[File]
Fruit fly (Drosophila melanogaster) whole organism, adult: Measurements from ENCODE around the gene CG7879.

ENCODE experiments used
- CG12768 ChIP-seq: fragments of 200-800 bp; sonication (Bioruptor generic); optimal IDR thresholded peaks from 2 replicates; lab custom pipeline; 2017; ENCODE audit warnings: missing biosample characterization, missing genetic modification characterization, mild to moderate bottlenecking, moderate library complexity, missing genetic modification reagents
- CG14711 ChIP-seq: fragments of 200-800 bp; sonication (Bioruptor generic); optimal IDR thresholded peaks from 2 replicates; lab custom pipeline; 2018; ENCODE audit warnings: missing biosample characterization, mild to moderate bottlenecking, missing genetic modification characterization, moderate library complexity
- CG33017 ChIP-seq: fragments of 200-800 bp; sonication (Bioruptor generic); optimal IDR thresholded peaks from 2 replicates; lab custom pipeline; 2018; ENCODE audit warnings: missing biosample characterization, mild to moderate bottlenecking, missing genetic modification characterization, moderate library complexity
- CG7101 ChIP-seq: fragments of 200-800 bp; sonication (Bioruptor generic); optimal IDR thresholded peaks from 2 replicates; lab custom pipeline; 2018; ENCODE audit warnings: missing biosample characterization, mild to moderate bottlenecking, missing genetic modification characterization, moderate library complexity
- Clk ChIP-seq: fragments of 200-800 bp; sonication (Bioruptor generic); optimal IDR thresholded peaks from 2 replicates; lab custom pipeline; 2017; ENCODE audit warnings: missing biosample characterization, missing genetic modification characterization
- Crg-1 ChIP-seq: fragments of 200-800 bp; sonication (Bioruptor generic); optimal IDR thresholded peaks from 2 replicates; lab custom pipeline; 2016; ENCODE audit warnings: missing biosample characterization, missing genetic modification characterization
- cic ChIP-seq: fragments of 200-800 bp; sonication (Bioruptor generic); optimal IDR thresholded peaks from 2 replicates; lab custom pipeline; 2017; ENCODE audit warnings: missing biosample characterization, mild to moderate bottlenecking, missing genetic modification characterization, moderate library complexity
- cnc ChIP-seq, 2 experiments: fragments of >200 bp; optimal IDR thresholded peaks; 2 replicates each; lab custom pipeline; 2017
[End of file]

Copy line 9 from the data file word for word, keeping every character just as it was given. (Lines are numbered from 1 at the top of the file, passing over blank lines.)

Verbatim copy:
- cic ChIP-seq: fragments of 200-800 bp; sonication (Bioruptor generic); optimal IDR thresholded peaks from 2 replicates; lab custom pipeline; 2017; ENCODE audit warnings: missing biosample characterization, mild to moderate bottlenecking, missing genetic modification characterization, moderate library complexity